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Scale I Build

Found 5 results

  1. The first step in scratch building is usually to break down a complex shape into simple geometric shapes. Take for example a distributor. This is a fairly simple shape consisting of three progressively larger cylinders. The top and largest cylinder is surrounded with equally spaced 1/2 round cylinders. Step two is to reduce the dimensions to something reasonably close in scale. In most of my modeling, this is 1:25 or 1:24 scale. The difference between these two scales is merely 1/2" in a foot, so I don't worry too much and generally will use the same scale conversion for either. After doing this exercise numerous times, you get to know some of the common measurements. For example, 1/8" rod is about 3" in scale, 1/16" is about half that, or 1 1/2". Another common measurement is 1" which is about .040" in scale. Therefore, .030" should equate to 3/4" These measurements should be about all we need to build the distributor. Start with some 1/8" styrene rod for the cap and .030" half round styrene to surround it. The most difficult task in building a distributor is to keep the 1/2 round equally spaced around the cap. I start by drawing vertical and horizontal lines on the end of the rod as accurately as possible. Find a stable platform to hold the rod and glue some 1/2 round along the length of the rod in-line with one of the marks.Once this dries, roll the rod 180º and glue another strip on the opposite side. After the second strip dries, the rod can be rotated 90º. At this point, my first two strips help the rod sit nicely in my impromptu fixture with the guide line perfectly vertical. Glue another 1/2 round strip in this position and once dry, rotate another 180º and add the fourth strip. At this point, you should have four 1/2 round strips glued on the rod at 90º increments. Hopefully, they look equally spaced and run straight down the length of the 1/8" rod. Four additional 1/2 round strips are now glued between the first four. We no longer need the marks on the end as it is easier at this point to position each 1/2 round strip evenly spaced between two of the existing strips. Glue on all four and you should end up with something like this. I make a point of being generous with the liquid qlue. Correctly applied, the plastic will fuse together and eliminate any sign of a gap. A coat of primer should reveal the quality of you work so far. The folded edge of some 400 grit sand paper can be run up and down through the grooves to clean things up if necessary. At this stage, I liken the part to an extrusion. It's far longer than needed for one distributor. When you need to build one, just cut off a slice and continue with the final steps.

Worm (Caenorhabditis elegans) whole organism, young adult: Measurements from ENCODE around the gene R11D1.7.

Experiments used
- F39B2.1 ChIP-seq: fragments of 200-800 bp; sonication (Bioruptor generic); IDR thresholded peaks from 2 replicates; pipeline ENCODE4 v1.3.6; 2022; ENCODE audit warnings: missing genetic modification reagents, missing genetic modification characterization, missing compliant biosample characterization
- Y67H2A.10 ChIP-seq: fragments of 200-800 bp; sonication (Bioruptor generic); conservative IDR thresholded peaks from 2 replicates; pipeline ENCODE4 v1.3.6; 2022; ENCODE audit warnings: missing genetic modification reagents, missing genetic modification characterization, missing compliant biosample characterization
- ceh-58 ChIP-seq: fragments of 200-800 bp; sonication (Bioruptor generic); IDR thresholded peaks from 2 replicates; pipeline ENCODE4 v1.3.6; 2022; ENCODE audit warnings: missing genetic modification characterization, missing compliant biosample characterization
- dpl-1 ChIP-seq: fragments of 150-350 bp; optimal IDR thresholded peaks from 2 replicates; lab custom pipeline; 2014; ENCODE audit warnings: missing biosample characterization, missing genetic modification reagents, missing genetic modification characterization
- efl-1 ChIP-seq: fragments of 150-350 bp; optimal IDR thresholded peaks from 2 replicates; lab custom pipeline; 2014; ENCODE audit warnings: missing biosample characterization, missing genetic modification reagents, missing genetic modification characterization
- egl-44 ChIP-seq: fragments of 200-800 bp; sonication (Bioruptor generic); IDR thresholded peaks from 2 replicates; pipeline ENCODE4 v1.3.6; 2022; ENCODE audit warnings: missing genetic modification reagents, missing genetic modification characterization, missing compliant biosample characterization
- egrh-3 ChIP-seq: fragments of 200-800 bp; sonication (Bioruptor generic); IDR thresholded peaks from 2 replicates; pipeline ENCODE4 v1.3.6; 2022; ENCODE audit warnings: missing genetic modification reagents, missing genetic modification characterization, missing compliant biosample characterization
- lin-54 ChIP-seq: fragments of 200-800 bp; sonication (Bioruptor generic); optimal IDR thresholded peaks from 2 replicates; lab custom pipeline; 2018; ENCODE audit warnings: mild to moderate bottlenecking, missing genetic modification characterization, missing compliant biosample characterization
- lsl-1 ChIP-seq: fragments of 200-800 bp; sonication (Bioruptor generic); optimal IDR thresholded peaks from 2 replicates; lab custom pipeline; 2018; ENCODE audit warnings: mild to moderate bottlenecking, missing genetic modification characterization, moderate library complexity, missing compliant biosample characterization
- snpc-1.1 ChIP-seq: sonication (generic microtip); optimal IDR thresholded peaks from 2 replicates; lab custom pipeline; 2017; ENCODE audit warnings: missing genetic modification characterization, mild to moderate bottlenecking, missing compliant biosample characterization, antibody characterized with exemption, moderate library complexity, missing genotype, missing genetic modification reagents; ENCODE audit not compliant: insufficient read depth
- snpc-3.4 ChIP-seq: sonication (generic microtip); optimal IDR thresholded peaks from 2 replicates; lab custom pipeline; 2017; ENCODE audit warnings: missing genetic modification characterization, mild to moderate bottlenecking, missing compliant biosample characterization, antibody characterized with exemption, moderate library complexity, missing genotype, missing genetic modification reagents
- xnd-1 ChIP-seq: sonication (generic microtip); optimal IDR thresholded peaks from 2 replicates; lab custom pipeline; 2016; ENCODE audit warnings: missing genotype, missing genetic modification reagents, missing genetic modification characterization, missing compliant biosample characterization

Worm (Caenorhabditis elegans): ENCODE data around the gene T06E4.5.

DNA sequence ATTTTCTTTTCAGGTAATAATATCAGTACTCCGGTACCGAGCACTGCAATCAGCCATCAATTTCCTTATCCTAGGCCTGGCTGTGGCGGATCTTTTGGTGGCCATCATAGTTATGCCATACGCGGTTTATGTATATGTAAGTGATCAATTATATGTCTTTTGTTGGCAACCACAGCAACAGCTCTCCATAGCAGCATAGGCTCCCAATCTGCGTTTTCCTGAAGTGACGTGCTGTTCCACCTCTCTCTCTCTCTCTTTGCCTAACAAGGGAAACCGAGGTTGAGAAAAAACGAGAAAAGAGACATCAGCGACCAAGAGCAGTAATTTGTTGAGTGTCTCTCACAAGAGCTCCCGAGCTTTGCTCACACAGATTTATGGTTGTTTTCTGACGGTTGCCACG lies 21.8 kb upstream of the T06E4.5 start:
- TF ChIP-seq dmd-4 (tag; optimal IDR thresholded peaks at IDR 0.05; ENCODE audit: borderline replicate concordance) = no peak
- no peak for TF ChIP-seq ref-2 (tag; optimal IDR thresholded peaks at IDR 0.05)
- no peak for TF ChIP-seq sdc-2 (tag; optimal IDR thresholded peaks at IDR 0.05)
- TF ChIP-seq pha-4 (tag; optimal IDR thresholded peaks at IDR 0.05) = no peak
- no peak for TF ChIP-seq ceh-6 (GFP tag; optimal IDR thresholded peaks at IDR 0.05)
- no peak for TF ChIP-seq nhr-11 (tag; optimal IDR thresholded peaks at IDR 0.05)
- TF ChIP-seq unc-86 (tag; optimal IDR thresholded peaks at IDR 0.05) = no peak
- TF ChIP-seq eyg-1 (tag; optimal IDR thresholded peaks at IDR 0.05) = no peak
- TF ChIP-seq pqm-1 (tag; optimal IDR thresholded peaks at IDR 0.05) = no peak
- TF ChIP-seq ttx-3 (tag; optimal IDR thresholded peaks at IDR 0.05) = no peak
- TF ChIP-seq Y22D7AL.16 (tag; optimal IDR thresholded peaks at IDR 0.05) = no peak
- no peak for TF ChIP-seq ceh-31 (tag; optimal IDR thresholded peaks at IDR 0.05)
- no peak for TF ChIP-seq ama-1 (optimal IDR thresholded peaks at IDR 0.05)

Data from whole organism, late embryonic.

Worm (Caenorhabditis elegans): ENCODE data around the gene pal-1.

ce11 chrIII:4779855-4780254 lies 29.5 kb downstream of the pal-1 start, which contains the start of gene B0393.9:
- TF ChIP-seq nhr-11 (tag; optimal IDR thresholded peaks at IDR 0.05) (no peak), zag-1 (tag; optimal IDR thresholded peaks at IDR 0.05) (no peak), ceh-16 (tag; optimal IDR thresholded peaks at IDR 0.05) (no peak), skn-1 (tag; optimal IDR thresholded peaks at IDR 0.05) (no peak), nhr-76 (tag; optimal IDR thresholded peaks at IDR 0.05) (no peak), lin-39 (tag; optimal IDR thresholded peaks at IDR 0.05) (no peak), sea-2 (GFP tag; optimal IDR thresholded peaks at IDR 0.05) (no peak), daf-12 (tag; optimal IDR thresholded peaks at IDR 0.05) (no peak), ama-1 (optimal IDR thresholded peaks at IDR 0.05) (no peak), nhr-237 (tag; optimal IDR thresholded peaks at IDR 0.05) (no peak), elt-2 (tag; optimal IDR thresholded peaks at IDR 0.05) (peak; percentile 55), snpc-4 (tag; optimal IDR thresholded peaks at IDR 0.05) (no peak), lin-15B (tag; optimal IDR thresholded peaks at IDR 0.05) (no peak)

2. Hey fellas vacation time is over and its time to get started on another build. Actually I got started on this one a couple weeks ago I never stoped building once the daytona was done. I'll be fabricating a Reher-Morrison 5.3 nitrous motor from brass and aluminum. As a side note I will be using parts from my buddy Jim Littken of http://www.micronitro.net/ And from Charlie Of http://www.protechmodelparts.com/ and any other source that will make the job easyer. Anyway Sassy and I invite you to come along on another journey as we endevour to build a better model. sassy says Hello...... Ok I started with some brass stock and drew my pattern out for the motor block ends, which were then cut out.... its a good thing I cut out four because my first set cam out loped-sided, sorry I didnt get alot of pics but heres where the engine block is as of now..... Oh and before I forget heres what I built a couple weeks ago. The guys at the DSC have already seen it. Notice my special jig (which is still under construction) it will help me to pump out the chassis for RR Speed. Hope you enjoyed see ya real soon.